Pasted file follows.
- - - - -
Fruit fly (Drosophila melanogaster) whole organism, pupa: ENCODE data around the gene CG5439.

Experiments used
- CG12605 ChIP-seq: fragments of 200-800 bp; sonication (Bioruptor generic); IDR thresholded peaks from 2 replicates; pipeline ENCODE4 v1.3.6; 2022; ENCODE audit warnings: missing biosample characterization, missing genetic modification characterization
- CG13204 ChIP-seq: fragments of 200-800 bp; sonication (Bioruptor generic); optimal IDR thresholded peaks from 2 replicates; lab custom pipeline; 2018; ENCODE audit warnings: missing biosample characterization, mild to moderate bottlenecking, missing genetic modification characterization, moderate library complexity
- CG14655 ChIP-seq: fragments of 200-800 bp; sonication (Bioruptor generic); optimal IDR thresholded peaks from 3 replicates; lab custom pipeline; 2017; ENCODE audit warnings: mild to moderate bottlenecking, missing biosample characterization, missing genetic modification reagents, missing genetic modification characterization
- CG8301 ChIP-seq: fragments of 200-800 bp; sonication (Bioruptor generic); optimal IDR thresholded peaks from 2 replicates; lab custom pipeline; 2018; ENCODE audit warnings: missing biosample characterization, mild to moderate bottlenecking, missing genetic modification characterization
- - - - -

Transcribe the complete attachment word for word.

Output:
Fruit fly (Drosophila melanogaster) whole organism, pupa: ENCODE data around the gene CG5439.

Experiments used
- CG12605 ChIP-seq: fragments of 200-800 bp; sonication (Bioruptor generic); IDR thresholded peaks from 2 replicates; pipeline ENCODE4 v1.3.6; 2022; ENCODE audit warnings: missing biosample characterization, missing genetic modification characterization
- CG13204 ChIP-seq: fragments of 200-800 bp; sonication (Bioruptor generic); optimal IDR thresholded peaks from 2 replicates; lab custom pipeline; 2018; ENCODE audit warnings: missing biosample characterization, mild to moderate bottlenecking, missing genetic modification characterization, moderate library complexity
- CG14655 ChIP-seq: fragments of 200-800 bp; sonication (Bioruptor generic); optimal IDR thresholded peaks from 3 replicates; lab custom pipeline; 2017; ENCODE audit warnings: mild to moderate bottlenecking, missing biosample characterization, missing genetic modification reagents, missing genetic modification characterization
- CG8301 ChIP-seq: fragments of 200-800 bp; sonication (Bioruptor generic); optimal IDR thresholded peaks from 2 replicates; lab custom pipeline; 2018; ENCODE audit warnings: missing biosample characterization, mild to moderate bottlenecking, missing genetic modification characterization